Where Are You?


Right now, where are you?

In our personal lives, we operate following a certain rhythm dictated by the life choices we’ve made. Our social lives, our hobbies, our domestic arrangements, all beat to a drum constructed of factors we’ve chosen as the infrastructure of how we wanted to live. And every now and then, we stop. We think about where we are at, what’s working, what’s not working, and what needs to change. That thought process can be spontaneous or planned, sporadic or frequent. But it happens.

If we didn’t stop, and didn’t ask ourselves these questions, it’s highly likely it would result in some sort of unhappiness. A manifestation that could create a bigger problem at another time.

Our professional lives, follow kind of the same path, but with different influences.

By means of explanation, the work we do is as a result of a choice we made to follow this career path, either temporarily or permanently, whether by design or by luck, we could have moved out of it and tried something else – we chose to keep doing this, for now at least. Whether we work for a large business or SME, whether we’re self-employed or operate as an employee. Whether we want to operate in managerial roles or whether we don’t. Whether we generalise or specialise. We have made these choices.

And as in our personal lives, so too should we stop and reflect on our professional lives.

“Without deep reflection one knows from daily life that one exists for other people”, Albert Einstein.

It’s too easy to get caught up in the minutiae of now and use the “i’ll think about that later, i’m too busy at the moment” excuse to avoid self-reflection. We may be consciously avoiding self-reflection because we can immediately jump to a conclusion that requires effort on our part to do something about, something that we would prefer not to, like ask for a raise, look for alternative employment, or try something else altogether. Or we might not self-reflect, because we don’t appreciate the important value to our lives that our professional existence offers. It might just be ‘a job’.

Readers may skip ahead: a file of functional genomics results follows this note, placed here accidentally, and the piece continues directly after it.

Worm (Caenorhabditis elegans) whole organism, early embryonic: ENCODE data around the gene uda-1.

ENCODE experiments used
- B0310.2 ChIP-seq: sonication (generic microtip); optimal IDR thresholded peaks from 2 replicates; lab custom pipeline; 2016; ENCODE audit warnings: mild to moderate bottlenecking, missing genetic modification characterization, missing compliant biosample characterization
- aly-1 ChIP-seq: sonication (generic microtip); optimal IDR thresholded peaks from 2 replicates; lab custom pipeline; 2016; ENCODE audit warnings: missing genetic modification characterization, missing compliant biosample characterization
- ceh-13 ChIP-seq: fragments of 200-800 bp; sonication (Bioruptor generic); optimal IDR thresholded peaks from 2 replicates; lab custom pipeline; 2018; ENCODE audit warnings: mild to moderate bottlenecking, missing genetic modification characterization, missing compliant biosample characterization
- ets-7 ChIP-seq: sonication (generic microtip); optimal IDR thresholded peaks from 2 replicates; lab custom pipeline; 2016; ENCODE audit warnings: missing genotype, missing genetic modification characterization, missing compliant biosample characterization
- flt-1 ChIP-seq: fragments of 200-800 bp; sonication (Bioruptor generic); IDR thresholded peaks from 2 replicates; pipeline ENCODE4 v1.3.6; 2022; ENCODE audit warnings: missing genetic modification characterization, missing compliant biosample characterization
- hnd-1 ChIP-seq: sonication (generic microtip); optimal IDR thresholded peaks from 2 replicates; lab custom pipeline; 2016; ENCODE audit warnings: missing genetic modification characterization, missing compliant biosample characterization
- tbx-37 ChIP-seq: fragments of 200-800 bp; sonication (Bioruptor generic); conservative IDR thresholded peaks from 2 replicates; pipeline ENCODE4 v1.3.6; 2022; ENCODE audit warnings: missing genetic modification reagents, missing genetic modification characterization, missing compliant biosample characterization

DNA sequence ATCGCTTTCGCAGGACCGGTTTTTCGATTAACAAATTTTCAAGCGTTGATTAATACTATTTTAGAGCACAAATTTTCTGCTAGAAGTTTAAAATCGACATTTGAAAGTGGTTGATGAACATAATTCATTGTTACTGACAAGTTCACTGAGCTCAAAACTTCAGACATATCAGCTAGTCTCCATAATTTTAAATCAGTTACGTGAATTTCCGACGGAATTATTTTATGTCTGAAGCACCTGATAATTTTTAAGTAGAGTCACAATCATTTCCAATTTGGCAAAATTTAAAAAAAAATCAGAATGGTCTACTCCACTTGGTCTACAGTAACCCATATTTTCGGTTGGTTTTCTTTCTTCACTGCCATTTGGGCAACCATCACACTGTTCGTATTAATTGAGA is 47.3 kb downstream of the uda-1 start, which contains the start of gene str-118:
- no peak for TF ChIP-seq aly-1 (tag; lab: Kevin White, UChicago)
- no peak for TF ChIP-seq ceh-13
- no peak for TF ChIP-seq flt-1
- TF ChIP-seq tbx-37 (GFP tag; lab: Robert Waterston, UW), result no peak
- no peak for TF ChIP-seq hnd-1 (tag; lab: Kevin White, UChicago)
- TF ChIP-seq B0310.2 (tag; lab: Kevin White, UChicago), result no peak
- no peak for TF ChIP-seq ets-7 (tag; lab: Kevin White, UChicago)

So where are you, right now? In your professional life, on your career path, or professional development? Where do you want to be? What do you want to change? What are you absolutely loving? What is driving you into the ground? What work have you done recently that has made you feel something? What task are you really avoiding and what is it about that particular job of work that you don’t like? Are you where you expected to be by now, and if not, does it really matter?

If you’re off track, how can you get back on track? If you are on track, is your plan achieving what you thought it would achieve. Are you happy? Are you unhappy? Are you simply content – and for where you are at this point in your life, is being content good enough?

All of these questions are just examples of some of things it’s good to think about every now and then. The thing is, we work in the “people” trade and do you know what we are really awesome at? Asking other people to ask the above questions of themselves. Taking the time to do it ourselves on the other hand, no – my experience is we’re not that great at that.

It’s important to look after ourselves. It’s important to self-reflect and it’s important to make changes when the time comes.

Or else, we’re probably existing, or at the very least, not fulfilling our full potential.

Either way, without evaluating ourselves and taking steps to make us happy, unhappiness is almost a certainty, or a dull niggling boredom, at the very least.